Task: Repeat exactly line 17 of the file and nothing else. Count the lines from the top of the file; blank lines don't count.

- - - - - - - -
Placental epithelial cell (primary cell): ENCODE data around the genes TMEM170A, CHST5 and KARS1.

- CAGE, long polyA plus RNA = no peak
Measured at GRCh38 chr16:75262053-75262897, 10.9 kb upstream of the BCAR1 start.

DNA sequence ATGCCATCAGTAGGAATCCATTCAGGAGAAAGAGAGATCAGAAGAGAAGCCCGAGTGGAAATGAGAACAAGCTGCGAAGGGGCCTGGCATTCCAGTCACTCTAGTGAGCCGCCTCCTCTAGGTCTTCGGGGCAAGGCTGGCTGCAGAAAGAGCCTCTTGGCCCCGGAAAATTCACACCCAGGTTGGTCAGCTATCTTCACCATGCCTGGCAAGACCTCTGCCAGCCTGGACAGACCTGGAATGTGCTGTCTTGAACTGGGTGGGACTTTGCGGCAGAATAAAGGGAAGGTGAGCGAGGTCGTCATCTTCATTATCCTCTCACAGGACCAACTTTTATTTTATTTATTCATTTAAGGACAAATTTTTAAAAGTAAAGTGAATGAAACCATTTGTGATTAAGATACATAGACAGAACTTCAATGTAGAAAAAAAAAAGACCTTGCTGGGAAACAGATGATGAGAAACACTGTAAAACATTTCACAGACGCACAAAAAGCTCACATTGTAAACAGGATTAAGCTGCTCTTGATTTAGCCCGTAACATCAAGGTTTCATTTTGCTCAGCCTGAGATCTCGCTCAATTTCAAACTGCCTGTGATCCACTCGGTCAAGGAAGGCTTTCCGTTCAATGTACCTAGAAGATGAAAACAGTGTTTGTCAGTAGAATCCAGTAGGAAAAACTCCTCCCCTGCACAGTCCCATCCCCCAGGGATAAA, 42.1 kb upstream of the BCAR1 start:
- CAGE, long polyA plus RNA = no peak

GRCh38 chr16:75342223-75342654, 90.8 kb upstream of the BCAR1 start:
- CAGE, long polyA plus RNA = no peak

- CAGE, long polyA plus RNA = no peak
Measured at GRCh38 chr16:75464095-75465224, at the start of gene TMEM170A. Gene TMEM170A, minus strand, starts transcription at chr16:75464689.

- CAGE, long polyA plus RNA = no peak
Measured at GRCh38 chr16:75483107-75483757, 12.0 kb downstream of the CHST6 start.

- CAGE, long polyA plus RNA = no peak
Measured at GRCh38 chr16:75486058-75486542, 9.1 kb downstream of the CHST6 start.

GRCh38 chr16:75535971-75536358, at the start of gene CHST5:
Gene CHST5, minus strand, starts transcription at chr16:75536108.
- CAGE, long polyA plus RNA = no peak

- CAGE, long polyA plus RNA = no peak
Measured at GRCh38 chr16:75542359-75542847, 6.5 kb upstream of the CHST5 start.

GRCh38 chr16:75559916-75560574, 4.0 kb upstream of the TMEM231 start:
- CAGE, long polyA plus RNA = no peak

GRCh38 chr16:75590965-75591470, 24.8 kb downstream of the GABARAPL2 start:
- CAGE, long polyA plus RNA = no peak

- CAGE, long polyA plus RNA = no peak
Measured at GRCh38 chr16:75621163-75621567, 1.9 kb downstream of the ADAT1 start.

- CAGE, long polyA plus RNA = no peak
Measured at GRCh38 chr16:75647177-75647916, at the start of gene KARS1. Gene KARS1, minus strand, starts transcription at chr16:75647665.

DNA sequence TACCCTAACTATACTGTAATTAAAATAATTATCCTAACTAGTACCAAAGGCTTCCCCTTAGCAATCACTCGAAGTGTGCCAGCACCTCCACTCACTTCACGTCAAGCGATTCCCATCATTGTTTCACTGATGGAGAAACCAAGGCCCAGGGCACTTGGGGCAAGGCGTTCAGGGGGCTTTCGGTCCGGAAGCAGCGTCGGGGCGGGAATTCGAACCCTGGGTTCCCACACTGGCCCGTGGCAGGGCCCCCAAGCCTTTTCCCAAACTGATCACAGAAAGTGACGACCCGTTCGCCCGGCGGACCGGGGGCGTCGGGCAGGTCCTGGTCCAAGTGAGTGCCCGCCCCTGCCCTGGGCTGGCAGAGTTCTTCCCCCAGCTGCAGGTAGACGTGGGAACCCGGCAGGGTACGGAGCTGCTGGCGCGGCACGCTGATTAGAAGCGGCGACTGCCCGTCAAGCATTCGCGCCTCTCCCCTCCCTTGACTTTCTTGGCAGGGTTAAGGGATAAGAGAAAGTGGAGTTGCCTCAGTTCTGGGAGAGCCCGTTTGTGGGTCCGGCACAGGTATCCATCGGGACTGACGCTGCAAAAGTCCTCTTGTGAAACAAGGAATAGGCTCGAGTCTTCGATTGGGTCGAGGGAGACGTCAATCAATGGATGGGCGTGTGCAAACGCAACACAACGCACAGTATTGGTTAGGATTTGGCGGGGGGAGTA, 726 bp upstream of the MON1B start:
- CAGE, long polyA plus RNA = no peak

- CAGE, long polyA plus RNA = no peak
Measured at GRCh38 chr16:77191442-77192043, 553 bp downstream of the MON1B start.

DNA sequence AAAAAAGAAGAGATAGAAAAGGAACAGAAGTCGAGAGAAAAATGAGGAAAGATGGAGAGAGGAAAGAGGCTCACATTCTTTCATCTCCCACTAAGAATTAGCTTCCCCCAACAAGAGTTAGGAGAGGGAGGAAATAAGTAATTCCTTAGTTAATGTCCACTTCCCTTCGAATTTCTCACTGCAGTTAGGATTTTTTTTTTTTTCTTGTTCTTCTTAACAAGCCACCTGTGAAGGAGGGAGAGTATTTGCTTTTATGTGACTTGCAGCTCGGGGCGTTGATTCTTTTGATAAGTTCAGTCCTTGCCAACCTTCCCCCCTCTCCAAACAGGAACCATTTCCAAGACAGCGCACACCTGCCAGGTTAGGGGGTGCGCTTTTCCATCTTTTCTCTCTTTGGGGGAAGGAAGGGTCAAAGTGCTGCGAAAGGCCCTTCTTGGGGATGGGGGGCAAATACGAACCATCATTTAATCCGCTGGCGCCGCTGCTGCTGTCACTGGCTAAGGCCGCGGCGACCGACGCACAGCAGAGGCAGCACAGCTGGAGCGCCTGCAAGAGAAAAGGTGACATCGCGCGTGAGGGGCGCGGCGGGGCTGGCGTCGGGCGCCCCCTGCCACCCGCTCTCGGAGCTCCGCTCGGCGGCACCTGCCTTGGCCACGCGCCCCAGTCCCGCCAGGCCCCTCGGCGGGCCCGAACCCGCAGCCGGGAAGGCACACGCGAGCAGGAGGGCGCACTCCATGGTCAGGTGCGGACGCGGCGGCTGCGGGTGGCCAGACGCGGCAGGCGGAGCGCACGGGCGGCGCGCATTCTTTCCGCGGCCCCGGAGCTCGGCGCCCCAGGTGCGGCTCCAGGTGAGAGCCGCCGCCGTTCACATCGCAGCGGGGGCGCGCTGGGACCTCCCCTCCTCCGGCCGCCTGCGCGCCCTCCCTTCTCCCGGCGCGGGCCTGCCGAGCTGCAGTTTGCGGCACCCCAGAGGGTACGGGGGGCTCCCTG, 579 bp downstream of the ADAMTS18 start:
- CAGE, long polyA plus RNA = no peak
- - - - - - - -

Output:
- CAGE, long polyA plus RNA = no peak